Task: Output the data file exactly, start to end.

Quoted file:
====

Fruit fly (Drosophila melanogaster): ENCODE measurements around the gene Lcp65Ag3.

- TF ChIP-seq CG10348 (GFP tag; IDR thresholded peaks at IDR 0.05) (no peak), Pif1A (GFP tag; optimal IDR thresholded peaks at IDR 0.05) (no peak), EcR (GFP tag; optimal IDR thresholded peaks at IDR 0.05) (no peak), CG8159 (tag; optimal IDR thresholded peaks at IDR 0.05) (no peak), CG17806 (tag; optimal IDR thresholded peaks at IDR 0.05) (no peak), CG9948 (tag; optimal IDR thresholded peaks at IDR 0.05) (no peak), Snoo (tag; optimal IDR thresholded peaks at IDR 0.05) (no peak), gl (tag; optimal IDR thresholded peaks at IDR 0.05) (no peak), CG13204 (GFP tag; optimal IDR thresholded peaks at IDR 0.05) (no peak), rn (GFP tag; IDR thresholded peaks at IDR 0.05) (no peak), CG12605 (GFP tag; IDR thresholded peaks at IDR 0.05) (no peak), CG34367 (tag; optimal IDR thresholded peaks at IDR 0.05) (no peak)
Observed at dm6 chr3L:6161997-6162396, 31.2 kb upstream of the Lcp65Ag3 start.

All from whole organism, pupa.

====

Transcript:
Fruit fly (Drosophila melanogaster): ENCODE measurements around the gene Lcp65Ag3.

- TF ChIP-seq CG10348 (GFP tag; IDR thresholded peaks at IDR 0.05) (no peak), Pif1A (GFP tag; optimal IDR thresholded peaks at IDR 0.05) (no peak), EcR (GFP tag; optimal IDR thresholded peaks at IDR 0.05) (no peak), CG8159 (tag; optimal IDR thresholded peaks at IDR 0.05) (no peak), CG17806 (tag; optimal IDR thresholded peaks at IDR 0.05) (no peak), CG9948 (tag; optimal IDR thresholded peaks at IDR 0.05) (no peak), Snoo (tag; optimal IDR thresholded peaks at IDR 0.05) (no peak), gl (tag; optimal IDR thresholded peaks at IDR 0.05) (no peak), CG13204 (GFP tag; optimal IDR thresholded peaks at IDR 0.05) (no peak), rn (GFP tag; IDR thresholded peaks at IDR 0.05) (no peak), CG12605 (GFP tag; IDR thresholded peaks at IDR 0.05) (no peak), CG34367 (tag; optimal IDR thresholded peaks at IDR 0.05) (no peak)
Observed at dm6 chr3L:6161997-6162396, 31.2 kb upstream of the Lcp65Ag3 start.

All from whole organism, pupa.